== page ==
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Before May 20, 2009, most renters lost their leases upon foreclosure. The rule in most states was that if the mortgage was recorded before the lease was signed, the lease would be wiped out when a foreclosure occurred. Tenants would then become month-to-month renters whose tenancy could be terminated with proper notice (usually 30 days, but 60 days in California).
On May 20, 2009, President Obama signed the Protecting Tenants at Foreclosure Act of 2009. Under this new federal law, leases aren't automatically terminated by a foreclosure. Instead, tenants have the right to stay until the end of their lease term, and month-to-month tenants must receive a 90-day notice before having to move out. One exception: if the new owner intends to occupy the foreclosed home (in other words, the new owner isn't the lender or an investor), the lease may be terminated with 90 days' notice.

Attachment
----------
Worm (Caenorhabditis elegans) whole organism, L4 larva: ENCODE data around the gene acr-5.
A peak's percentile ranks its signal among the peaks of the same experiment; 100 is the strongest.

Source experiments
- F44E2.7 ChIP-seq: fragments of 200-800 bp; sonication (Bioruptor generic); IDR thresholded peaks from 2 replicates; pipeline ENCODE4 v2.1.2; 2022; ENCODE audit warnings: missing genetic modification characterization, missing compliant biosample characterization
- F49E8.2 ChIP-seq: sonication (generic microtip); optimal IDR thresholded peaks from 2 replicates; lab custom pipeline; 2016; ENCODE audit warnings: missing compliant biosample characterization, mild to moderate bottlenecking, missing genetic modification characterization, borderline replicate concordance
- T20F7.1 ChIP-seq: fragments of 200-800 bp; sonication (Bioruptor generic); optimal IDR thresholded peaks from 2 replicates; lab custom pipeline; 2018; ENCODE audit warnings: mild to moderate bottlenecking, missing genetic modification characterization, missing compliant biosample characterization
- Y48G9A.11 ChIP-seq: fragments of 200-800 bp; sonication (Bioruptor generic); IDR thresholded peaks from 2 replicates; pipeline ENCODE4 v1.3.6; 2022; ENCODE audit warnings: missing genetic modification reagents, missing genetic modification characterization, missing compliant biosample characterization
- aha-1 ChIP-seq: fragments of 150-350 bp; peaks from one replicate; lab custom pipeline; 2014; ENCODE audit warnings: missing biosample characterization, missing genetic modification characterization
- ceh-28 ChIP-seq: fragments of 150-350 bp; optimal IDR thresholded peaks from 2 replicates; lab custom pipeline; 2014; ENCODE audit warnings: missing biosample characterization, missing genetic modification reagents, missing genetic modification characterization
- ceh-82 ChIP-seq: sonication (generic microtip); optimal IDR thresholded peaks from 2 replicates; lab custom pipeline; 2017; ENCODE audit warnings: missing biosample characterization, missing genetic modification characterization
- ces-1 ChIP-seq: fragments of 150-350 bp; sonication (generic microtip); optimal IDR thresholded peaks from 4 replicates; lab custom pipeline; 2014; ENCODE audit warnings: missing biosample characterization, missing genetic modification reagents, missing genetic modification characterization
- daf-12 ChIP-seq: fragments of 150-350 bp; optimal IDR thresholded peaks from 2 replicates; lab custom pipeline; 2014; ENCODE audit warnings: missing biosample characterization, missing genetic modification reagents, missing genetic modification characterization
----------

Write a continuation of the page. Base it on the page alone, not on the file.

The Protecting Tenants at Foreclosure Act of 2009 is currently set to expire on December 31, 2014. For more information on tenants' rights in foreclosure, see Nolo's article Renters in Foreclosure: What Are Their Rights?